Tomatoes and Learning

What do tomatoes have to do with learning? More specifically, what do Italian tomatoes have to do with learning? Well, let’s discuss the Pomodoro Technique.

The Pomodoro Technique was developed by Francesco Cirillo in the late 1980s as a time management technique. It is simple in the extreme. His insight was that we work most productively if we take regular, frequent, short breaks. In his technique we work for 25 minutes and then take a five minute break before working for another 25 minutes then breaking again. He reasoned that our brains benefit from these frequent rests, thus making us more productive.

Why is it called the Pomodoro Technique? Because Cirillo used a tomato-shaped kitchen timer to time his 25 minute work periods:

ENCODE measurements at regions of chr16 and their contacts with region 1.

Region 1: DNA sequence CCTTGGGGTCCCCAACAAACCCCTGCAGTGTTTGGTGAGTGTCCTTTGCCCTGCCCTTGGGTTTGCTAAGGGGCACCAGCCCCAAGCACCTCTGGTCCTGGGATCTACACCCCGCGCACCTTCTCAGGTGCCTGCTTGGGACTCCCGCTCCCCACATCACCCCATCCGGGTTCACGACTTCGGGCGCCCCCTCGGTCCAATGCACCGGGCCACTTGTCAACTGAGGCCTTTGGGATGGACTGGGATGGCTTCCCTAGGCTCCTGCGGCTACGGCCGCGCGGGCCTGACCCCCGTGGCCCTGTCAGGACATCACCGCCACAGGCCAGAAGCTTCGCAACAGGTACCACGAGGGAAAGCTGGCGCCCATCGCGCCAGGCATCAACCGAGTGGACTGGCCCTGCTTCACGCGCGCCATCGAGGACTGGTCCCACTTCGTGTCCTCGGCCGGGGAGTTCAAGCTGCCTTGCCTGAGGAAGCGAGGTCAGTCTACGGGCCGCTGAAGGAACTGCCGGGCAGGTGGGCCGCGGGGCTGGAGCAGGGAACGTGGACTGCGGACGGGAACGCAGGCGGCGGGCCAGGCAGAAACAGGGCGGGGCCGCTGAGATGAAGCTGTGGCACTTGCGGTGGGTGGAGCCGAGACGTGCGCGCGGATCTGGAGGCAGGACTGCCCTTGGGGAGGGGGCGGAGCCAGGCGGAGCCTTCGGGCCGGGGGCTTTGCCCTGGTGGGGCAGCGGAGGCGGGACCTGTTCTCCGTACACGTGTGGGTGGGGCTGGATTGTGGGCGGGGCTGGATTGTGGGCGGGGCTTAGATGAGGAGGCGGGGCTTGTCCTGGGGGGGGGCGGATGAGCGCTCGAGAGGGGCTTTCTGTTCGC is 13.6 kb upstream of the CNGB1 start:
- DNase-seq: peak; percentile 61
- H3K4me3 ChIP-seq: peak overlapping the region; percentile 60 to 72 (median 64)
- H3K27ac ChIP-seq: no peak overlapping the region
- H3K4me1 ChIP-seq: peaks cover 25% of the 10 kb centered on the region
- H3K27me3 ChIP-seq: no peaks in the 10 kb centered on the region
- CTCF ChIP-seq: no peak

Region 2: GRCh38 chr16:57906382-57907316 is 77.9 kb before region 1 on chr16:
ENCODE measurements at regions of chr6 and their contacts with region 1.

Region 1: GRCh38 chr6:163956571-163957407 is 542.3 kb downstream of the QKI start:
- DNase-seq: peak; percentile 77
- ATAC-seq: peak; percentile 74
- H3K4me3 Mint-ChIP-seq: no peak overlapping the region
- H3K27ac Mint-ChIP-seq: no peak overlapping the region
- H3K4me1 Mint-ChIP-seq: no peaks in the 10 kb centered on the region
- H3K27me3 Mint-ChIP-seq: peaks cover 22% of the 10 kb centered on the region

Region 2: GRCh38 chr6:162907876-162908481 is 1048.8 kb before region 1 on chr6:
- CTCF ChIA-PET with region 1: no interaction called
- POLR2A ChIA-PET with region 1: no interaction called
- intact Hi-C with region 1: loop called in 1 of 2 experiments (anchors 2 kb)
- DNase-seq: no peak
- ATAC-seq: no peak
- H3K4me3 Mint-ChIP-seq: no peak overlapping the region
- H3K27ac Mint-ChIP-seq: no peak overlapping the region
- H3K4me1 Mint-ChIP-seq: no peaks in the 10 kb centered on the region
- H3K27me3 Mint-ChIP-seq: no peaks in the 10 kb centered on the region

And so the 25 minute work periods became known as “pomodoros.”

Cirillo did not have a background in learning and his focus was not on learning per se, but on time management. Nevertheless, his intuitive insight has direct application to learning and is supported by many new research studies. For example, in 2012 Michaela Dewar and colleagues published a paper in Psychological Science (Dewar, Alber, Butler, Cowan, & Della Sala, 2012) showing that a 10 minute “wakeful resting” period after learning new information helps to consolidate that information in long-term memory.  Many other studies have shown that sleep is also critical to memory consolidation, though most of us do not have the luxury of taking frequent naps during the day.

But, those of you who are trainers should consider breaking up your courses into shorter sessions with more frequent short breaks. And those of you who are eLearning developers should structure your modules/lessons so no lesson exceeds 30-45 minutes in length. Research shows it will help your learners improve their retention.

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